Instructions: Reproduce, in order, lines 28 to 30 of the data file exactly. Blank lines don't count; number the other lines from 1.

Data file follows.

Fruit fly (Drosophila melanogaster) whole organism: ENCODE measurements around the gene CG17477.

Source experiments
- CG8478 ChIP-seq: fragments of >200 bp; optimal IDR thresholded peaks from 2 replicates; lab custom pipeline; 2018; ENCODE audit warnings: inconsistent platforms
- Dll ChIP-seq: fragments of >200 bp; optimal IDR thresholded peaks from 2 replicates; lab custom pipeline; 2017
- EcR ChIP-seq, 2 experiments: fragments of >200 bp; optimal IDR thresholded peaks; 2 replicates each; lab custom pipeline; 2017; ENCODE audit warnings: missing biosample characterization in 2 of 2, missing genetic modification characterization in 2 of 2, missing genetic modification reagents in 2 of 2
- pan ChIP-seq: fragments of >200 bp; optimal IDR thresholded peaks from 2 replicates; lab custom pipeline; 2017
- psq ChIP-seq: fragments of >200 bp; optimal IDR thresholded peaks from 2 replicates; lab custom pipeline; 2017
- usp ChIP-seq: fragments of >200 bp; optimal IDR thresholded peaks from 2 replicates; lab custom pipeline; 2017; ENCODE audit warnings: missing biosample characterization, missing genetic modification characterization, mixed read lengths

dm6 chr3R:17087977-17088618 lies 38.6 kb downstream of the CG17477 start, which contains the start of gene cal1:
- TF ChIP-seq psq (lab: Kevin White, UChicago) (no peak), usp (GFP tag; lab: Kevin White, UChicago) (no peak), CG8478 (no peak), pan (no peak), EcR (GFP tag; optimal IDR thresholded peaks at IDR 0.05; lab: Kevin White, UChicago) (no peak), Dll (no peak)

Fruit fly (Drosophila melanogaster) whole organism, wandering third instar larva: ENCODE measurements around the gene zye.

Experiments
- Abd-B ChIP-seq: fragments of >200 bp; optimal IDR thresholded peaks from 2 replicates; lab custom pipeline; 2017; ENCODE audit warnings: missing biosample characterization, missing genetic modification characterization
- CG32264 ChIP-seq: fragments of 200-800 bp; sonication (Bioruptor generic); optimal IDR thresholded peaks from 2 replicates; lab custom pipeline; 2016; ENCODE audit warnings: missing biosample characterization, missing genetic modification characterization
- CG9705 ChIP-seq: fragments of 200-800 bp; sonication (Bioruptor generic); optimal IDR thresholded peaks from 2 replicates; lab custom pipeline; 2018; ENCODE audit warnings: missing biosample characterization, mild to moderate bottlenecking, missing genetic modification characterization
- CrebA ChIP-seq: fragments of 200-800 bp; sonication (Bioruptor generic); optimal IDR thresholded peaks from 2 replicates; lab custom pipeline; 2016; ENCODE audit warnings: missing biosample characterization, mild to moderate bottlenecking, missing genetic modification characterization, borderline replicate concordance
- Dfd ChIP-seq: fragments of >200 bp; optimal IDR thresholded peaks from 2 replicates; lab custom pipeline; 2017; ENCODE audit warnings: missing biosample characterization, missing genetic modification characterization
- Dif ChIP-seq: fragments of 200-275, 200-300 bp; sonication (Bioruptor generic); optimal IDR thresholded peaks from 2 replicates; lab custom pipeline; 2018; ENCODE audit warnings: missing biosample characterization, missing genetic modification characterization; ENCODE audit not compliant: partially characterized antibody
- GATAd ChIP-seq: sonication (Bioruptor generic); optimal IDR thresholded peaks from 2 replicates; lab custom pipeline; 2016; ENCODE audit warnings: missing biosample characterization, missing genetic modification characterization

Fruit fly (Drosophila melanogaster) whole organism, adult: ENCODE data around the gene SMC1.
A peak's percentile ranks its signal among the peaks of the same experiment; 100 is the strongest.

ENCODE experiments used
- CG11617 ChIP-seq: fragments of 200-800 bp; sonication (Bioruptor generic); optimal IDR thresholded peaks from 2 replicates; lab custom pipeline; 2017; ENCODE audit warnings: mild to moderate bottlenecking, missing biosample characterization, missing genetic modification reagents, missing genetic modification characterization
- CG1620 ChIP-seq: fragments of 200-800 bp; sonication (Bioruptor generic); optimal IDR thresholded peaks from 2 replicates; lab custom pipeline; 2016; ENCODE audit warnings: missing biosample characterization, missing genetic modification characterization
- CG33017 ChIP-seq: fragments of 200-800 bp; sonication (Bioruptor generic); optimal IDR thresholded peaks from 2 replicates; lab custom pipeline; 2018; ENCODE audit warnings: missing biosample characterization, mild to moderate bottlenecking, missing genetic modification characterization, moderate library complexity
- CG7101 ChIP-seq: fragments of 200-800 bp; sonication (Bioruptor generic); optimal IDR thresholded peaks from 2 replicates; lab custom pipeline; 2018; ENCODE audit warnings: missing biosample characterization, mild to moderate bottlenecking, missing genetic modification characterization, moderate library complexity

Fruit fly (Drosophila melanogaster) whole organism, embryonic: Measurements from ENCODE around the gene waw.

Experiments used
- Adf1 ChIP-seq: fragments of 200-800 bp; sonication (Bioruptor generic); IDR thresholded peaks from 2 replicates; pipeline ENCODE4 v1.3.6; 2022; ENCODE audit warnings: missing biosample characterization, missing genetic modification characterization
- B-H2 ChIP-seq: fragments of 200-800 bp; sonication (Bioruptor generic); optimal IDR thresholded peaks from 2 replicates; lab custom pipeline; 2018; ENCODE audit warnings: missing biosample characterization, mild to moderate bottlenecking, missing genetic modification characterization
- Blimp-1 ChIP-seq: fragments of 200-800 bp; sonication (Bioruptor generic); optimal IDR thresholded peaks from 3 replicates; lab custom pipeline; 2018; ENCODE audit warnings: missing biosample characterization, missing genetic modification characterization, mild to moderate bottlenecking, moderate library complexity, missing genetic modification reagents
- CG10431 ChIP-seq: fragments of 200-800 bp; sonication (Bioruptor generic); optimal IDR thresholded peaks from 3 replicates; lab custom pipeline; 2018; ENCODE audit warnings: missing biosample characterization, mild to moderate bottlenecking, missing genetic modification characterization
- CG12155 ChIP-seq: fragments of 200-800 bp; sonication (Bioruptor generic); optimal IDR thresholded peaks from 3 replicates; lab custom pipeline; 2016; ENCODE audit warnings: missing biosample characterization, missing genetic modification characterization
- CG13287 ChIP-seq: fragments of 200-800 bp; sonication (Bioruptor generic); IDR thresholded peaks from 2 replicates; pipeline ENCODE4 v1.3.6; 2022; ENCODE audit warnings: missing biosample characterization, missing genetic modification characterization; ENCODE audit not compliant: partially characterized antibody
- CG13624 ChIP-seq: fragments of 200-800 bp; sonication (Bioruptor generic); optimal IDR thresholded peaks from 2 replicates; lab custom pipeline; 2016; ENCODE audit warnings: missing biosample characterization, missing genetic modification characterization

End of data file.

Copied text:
Experiments used
- Adf1 ChIP-seq: fragments of 200-800 bp; sonication (Bioruptor generic); IDR thresholded peaks from 2 replicates; pipeline ENCODE4 v1.3.6; 2022; ENCODE audit warnings: missing biosample characterization, missing genetic modification characterization
- B-H2 ChIP-seq: fragments of 200-800 bp; sonication (Bioruptor generic); optimal IDR thresholded peaks from 2 replicates; lab custom pipeline; 2018; ENCODE audit warnings: missing biosample characterization, mild to moderate bottlenecking, missing genetic modification characterization